by Fr. Patrick Henry Reardon
Sometimes there is no good news unless you search for it. I found some recently, for instance, when I wondered if college students today are still obliged to purchase and—though I doubt they ever did—read Michael C. Howard’s Contemporary Cultural Anthropology. Well, it seems they aren’t.
Howard’s miserable work evidently did not survive its fifth edition in 1997, used copies of which are currently available at Amazon for as much $147.30. My own copy, third edition, would not fetch so much, I think, as it bulges with countless critical remarks scribbled along the margins and on every available white space.
For example, here is the final observation, written as I finished the book on August 10, 1989:
“This is my first reading of any book that described itself as ‘cultural anthropology.’ Are they all, I wonder, as awful as this one?”
That question was repeatedly answered in the affirmative over the ensuing years, as various publishing houses continued to send me sample copies of their own textbooks, hoping I would select one of them for my course, Cultural Anthropology 101. Looking through them, one-by-one, I never did.
The reason is simple: Right from the start my course had taken on the form of a systematic, semester-long drubbing of Howard’s work, and I was disinclined to switch from one bloody nose to another.
The deepest flaw in Howard’s deeply flawed anthropology is its Darwinian view of anthropos—Man—a view that fails to account for the formal qualities that separate the human being from other kinds of animal life.
The presence of this flaw is perhaps most obvious in the author’s treatment of language. Howard, who discusses speech in the section called “Culture and Communication,” reduces language to the purely social function of conveying messages; accordingly, human speech is regarded only as a refinement of the grunts, squeals, and chirpings by which other animals send information to one another. (Even in this treatment, Howard fails to use the best evidence in support of his thesis: talk shows and rap music.)
However, if one determines to approach the phenomenon of language through the lens of Evolution, I think it behooves him to take the available evidence seriously. And what is the evidence? Human beings are the only creatures whose language does evolve. This evolution is what distinguishes man and sets him apart.
Suppose for the moment that my canary, Chirpies, and I were suddenly to be transported to some distant place and former time—let’s say the high period of the Ming Dynasty. I, not Chirpies, would suffer from the journey. My little canary is totally fluent in canary language from all periods, going back to the first canaries. So, on the supposition of our visit to the Ming Dynasty, Chirpies would sit there on his stupid branch, cheerfully exchanging gossip with all the other canaries, while I was reduced to smiling and nodding a faint agreement from time to time, quite at a loss to follow even the bare gist of their conversation.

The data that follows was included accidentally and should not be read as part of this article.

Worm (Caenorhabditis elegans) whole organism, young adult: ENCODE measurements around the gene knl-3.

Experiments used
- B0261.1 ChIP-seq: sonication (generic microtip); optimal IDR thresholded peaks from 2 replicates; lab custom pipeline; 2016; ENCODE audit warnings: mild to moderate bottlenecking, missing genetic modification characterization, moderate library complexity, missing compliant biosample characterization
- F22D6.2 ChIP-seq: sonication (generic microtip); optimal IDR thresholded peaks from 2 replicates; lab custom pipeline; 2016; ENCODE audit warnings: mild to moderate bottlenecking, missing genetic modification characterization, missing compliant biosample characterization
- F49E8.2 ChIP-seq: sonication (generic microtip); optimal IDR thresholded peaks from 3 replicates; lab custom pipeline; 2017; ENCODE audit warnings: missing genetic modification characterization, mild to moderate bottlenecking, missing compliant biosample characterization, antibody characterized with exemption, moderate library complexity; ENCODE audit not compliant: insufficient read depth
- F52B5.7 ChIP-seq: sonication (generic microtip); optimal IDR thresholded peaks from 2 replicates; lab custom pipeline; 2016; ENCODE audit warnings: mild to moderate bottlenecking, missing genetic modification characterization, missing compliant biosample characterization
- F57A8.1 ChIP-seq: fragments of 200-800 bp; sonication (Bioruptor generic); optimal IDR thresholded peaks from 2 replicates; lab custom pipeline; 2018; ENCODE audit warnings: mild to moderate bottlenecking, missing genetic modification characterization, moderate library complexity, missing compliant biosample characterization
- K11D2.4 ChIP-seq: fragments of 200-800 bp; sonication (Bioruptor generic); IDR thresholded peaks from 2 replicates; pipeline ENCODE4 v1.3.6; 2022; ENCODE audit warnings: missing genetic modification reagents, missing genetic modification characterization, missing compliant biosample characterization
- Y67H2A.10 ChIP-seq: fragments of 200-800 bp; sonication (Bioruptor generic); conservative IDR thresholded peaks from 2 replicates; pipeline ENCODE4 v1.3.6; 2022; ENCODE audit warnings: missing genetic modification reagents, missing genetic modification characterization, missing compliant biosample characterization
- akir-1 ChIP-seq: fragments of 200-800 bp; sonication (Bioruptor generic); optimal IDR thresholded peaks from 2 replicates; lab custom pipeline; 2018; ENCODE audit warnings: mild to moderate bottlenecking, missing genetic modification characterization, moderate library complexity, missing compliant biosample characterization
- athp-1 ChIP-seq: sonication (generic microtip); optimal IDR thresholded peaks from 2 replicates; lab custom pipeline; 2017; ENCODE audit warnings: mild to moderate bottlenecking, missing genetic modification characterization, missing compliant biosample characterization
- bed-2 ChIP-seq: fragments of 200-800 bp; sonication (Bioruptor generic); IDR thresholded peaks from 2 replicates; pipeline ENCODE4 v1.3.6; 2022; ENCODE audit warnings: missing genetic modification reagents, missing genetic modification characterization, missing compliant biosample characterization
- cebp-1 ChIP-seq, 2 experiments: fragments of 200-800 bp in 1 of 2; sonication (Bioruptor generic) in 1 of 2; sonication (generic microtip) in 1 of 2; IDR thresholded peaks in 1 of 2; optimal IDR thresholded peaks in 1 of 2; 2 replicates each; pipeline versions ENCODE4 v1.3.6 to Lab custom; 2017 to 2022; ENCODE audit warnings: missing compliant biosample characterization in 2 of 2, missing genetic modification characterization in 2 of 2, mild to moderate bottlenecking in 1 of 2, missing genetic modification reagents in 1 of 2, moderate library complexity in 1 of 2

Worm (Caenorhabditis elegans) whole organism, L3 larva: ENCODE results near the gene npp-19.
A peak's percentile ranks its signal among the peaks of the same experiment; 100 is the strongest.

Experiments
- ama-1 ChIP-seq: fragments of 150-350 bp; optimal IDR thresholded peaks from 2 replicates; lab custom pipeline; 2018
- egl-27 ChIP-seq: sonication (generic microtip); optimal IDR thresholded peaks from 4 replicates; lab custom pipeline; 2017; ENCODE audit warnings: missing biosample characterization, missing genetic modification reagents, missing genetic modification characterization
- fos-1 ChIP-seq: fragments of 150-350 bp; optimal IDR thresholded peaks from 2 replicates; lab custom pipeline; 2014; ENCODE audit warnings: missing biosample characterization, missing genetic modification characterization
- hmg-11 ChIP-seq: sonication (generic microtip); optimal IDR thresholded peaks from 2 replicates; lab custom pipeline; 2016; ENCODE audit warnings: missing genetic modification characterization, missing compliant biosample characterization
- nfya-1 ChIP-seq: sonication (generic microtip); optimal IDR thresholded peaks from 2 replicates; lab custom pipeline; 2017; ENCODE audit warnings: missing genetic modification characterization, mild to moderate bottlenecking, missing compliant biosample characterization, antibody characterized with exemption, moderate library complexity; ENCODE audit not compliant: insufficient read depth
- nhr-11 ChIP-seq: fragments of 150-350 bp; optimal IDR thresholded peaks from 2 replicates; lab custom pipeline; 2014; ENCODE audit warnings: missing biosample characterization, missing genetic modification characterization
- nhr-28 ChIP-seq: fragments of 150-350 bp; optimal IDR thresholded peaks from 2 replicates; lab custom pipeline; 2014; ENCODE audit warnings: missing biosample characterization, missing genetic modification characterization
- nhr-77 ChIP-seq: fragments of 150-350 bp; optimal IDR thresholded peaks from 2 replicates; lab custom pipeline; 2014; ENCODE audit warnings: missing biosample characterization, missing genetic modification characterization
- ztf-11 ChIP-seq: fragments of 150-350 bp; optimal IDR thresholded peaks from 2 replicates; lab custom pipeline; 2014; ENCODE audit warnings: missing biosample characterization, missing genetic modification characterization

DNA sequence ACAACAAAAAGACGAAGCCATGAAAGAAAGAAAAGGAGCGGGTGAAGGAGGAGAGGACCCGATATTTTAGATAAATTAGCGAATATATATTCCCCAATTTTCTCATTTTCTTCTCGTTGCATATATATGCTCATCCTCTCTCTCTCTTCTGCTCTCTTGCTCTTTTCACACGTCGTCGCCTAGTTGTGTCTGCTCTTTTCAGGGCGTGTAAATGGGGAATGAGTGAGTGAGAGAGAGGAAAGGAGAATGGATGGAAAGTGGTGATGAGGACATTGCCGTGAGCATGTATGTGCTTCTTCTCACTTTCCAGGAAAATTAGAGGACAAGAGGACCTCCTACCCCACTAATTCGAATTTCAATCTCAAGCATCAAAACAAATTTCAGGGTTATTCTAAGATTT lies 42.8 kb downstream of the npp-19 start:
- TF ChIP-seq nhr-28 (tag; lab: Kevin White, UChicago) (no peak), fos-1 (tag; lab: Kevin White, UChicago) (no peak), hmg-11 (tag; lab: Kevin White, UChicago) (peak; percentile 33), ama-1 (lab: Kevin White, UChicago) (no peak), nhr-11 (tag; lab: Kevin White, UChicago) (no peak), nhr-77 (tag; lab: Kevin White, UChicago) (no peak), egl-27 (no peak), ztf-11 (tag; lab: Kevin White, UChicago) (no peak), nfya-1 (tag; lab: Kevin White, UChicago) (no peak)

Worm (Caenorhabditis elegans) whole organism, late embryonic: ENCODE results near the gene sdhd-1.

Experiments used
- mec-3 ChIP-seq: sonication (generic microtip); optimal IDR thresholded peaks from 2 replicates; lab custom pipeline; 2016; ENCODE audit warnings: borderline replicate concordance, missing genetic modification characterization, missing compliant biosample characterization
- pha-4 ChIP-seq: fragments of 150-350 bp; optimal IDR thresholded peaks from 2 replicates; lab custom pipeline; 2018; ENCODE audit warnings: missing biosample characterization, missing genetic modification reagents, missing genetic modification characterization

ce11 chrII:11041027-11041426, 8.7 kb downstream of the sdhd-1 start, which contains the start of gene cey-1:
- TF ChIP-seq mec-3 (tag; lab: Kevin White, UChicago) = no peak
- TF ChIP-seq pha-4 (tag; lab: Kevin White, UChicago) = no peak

Indeed, Chirpies, something of a smart aleck on occasion, might start to rub it in. With a view to my further humiliation, he might venture the exchange of monosyllabic pleasantries with the finches and sparrows. Or, for all I know, he might be telling them,
“Don’t mind Stupid here. He fancies he’s further evolved than we are.”
Language, the area in which it is easiest to demonstrate a very large measure of evolution in human beings, is the one place where there is zero evidence of evolution in other animals.
Most folks, unless their brains have rotted from exposure to anthropology textbooks, recognize that human language serves a double function; it moves in two directions: within and without. Words are not only the sounds by which we communicate outwardly with one another, they are also the means by which we commune inwardly with our own hearts. They are the medium of reflective thought.
Holy Scripture ascribes primacy of place to this internal direction of language. Before even the second human being appeared, Adam had already named, to himself, the various animals. The human race had a father tongue before it acquired a mother tongue. It is instructive to reflect that Adam, when he laid eyes on his newly formed companion, did not talk first to her, but to himself:
“This is bone of my bone, flesh of my flesh.”
After that, we may suppose, he added something along the lines of
“Good morning, Eve. Let me introduce myself. I’m Adam. What we’re about to do now is called breakfast. So how do you want them, scrambled or over-easy?”